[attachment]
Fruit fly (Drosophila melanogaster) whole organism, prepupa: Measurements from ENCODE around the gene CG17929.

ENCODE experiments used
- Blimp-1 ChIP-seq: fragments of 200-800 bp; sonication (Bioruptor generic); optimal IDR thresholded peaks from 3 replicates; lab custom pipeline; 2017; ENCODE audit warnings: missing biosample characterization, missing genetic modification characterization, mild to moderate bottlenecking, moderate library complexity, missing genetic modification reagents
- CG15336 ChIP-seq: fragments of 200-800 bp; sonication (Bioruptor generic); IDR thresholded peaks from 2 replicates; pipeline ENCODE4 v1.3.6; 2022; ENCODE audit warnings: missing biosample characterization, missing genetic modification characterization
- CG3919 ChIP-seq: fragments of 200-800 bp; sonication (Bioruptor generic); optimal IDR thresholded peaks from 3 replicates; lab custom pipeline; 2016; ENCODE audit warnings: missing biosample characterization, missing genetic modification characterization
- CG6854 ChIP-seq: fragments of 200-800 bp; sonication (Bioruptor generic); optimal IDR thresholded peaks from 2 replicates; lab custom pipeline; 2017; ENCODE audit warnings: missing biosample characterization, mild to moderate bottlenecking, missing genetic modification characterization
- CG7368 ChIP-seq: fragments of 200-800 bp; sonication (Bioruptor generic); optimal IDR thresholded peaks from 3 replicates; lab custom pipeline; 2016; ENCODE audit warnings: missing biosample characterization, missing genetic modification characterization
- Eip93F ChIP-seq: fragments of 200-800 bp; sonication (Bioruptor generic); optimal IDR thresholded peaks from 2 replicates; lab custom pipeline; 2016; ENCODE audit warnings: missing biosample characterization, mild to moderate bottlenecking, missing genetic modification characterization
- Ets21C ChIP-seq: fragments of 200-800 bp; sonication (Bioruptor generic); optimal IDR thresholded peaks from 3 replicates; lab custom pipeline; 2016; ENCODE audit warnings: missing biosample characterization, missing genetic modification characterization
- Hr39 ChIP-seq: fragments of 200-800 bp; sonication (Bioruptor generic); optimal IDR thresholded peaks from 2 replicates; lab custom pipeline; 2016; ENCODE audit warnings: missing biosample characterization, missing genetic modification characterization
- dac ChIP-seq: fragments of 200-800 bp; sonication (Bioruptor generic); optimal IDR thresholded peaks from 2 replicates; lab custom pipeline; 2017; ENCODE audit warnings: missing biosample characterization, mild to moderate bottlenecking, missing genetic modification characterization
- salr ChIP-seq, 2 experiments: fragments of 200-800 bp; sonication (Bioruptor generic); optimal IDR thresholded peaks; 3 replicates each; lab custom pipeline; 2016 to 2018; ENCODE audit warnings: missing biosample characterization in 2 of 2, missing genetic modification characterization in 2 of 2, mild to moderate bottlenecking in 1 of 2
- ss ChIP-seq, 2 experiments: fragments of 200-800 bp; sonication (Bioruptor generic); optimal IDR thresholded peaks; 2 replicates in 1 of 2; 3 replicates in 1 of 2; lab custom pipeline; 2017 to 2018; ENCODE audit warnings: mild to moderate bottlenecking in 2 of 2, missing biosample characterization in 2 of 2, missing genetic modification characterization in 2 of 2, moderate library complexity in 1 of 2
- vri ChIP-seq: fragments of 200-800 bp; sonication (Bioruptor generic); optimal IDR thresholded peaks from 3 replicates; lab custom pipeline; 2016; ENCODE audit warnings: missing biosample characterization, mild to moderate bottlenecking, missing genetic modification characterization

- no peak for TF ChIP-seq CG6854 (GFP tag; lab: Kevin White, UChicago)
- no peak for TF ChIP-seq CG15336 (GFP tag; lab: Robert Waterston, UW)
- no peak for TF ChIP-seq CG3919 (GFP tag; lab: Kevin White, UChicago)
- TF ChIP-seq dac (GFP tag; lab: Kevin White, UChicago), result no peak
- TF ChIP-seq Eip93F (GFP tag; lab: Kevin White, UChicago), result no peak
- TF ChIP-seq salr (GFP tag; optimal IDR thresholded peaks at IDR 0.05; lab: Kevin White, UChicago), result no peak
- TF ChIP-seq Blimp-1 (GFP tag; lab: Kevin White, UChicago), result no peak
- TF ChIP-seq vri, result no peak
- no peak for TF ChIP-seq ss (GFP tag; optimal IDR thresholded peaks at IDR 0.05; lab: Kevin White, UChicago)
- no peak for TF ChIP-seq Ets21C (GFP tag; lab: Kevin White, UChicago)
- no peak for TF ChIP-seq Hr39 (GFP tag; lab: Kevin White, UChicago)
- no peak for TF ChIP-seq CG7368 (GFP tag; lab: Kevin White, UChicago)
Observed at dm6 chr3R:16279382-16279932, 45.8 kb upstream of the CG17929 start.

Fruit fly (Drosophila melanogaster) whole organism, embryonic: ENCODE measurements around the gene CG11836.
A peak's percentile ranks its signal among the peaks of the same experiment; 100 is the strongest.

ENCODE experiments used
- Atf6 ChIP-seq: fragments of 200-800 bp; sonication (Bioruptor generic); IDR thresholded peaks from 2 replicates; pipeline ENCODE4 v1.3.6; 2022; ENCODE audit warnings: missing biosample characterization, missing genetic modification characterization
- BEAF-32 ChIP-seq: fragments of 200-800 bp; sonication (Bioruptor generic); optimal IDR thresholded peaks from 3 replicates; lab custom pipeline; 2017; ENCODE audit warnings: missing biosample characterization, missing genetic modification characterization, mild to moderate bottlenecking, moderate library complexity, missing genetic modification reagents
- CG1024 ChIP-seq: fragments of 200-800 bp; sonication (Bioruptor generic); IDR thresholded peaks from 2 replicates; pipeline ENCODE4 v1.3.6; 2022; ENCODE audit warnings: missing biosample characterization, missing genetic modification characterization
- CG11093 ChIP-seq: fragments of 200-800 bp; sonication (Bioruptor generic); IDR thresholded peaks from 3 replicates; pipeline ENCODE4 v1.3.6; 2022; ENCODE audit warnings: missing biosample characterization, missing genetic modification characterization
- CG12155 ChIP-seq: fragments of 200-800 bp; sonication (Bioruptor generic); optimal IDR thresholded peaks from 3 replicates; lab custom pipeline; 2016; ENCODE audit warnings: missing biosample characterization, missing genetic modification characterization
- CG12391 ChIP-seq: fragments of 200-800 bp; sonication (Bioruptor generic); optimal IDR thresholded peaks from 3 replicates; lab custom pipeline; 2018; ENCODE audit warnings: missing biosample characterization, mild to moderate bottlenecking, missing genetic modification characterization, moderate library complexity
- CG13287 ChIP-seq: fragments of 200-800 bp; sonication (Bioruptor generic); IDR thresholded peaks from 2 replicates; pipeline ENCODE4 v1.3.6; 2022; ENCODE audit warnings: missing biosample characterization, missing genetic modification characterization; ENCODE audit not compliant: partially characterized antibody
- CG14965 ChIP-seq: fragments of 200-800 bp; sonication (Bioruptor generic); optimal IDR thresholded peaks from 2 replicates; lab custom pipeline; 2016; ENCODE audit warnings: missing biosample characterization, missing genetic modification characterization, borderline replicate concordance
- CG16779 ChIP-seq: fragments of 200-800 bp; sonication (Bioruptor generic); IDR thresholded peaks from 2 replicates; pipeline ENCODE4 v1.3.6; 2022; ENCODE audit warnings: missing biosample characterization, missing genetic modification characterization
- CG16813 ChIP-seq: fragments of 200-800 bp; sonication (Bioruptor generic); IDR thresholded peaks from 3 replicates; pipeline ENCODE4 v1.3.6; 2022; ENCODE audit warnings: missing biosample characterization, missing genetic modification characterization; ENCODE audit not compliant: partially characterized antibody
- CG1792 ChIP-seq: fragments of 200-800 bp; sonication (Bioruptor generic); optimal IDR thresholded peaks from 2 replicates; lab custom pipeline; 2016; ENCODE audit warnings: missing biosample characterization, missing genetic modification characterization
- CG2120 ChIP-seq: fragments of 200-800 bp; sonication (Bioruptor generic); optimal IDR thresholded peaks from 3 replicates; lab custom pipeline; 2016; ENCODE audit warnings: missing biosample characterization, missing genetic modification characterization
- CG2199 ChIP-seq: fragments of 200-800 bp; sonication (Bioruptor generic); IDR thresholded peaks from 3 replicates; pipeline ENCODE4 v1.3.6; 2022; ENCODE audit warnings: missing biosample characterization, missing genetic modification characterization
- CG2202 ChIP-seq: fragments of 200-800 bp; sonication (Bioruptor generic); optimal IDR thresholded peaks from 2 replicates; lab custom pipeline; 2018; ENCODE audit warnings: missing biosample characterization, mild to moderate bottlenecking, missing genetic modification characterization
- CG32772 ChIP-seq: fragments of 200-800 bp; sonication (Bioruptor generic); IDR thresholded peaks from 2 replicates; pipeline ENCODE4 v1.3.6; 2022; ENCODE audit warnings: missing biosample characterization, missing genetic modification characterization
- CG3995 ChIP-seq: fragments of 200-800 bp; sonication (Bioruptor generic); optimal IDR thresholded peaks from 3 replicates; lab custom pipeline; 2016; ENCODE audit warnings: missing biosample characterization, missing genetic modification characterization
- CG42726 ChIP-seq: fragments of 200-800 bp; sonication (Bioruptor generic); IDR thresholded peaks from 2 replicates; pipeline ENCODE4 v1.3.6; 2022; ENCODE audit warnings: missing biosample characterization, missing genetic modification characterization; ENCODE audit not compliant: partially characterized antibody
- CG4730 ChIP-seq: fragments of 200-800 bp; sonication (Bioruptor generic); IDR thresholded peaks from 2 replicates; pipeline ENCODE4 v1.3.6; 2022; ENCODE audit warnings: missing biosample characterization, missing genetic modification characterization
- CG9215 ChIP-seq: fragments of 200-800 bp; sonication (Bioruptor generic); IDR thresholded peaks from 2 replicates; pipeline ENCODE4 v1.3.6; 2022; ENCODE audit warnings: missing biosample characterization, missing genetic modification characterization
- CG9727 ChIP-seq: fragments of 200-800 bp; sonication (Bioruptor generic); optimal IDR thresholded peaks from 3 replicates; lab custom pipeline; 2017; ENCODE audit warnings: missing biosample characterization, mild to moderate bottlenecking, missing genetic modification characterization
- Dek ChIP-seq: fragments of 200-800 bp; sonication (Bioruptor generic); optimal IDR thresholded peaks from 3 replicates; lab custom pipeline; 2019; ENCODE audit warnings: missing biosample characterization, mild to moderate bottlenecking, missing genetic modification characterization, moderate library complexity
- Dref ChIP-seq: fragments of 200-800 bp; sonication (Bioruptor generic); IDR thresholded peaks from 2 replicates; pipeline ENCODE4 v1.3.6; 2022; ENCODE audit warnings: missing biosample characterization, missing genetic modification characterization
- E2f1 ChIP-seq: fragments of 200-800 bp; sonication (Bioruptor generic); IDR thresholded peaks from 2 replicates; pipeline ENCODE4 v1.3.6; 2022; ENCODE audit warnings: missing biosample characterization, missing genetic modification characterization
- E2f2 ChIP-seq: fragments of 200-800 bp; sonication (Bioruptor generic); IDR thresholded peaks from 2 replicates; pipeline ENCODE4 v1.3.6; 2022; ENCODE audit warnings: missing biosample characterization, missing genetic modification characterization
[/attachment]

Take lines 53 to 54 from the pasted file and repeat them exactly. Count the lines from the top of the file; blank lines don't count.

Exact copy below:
- E2f1 ChIP-seq: fragments of 200-800 bp; sonication (Bioruptor generic); IDR thresholded peaks from 2 replicates; pipeline ENCODE4 v1.3.6; 2022; ENCODE audit warnings: missing biosample characterization, missing genetic modification characterization
- E2f2 ChIP-seq: fragments of 200-800 bp; sonication (Bioruptor generic); IDR thresholded peaks from 2 replicates; pipeline ENCODE4 v1.3.6; 2022; ENCODE audit warnings: missing biosample characterization, missing genetic modification characterization